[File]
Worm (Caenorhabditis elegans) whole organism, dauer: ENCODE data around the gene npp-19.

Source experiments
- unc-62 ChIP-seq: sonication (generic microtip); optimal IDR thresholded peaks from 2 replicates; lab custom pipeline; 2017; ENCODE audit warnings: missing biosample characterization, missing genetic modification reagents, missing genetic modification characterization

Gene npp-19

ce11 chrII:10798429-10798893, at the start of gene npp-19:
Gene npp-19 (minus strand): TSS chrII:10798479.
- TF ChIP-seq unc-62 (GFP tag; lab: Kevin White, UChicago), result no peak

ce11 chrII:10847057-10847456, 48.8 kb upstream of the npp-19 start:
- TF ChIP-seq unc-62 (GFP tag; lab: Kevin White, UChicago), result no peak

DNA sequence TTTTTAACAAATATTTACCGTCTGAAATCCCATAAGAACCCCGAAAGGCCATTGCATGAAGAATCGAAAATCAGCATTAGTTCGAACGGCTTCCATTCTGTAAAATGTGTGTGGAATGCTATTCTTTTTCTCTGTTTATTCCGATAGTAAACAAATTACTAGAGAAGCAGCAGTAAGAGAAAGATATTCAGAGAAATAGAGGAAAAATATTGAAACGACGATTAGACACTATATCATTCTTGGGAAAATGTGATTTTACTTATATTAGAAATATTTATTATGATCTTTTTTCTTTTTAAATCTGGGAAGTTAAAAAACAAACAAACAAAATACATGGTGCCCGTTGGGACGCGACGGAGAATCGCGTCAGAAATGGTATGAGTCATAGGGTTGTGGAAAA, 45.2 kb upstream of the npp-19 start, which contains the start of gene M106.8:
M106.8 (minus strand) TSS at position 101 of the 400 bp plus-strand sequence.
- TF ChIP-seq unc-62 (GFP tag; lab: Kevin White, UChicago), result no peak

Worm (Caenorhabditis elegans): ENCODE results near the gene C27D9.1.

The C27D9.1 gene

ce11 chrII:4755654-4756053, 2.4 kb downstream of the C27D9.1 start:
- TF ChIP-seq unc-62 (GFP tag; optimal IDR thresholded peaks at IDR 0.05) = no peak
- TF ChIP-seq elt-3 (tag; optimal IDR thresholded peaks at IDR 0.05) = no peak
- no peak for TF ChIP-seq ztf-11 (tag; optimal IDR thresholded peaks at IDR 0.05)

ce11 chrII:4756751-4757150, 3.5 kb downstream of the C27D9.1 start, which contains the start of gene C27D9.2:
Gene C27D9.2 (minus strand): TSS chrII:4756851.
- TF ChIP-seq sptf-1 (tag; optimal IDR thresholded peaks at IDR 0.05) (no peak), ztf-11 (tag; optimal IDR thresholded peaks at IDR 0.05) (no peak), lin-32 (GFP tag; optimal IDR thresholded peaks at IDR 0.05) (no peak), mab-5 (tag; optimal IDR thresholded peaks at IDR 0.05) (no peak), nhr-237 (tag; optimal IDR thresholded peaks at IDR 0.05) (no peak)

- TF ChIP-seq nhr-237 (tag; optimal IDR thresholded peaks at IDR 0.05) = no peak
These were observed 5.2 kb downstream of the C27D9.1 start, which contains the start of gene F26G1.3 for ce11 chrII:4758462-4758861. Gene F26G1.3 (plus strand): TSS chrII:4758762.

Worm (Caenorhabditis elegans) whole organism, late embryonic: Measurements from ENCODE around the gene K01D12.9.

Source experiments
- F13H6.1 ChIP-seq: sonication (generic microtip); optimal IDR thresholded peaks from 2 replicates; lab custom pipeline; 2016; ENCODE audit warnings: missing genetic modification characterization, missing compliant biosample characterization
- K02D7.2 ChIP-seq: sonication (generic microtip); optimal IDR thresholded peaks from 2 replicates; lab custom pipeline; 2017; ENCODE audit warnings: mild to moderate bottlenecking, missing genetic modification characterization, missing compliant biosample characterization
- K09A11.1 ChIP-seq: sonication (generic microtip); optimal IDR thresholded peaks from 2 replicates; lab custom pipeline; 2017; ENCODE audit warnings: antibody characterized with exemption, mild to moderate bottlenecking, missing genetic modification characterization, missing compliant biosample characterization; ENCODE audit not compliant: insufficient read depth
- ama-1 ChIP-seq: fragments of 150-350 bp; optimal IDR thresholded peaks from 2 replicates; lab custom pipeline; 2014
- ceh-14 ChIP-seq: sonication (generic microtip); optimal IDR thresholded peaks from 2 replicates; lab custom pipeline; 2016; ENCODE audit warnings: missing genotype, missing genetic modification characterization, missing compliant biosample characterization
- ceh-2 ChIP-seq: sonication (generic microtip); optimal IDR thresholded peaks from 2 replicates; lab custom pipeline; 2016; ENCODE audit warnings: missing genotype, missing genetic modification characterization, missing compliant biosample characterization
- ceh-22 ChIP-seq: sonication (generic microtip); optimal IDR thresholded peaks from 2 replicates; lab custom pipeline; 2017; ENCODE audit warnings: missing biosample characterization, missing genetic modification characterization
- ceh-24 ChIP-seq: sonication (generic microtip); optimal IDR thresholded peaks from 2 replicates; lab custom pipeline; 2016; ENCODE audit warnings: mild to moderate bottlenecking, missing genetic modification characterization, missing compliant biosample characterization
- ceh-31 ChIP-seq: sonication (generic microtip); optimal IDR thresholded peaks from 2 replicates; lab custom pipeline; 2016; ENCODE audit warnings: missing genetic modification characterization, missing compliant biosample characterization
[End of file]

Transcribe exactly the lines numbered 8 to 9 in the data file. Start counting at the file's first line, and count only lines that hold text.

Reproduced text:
ce11 chrII:10847057-10847456, 48.8 kb upstream of the npp-19 start:
- TF ChIP-seq unc-62 (GFP tag; lab: Kevin White, UChicago), result no peak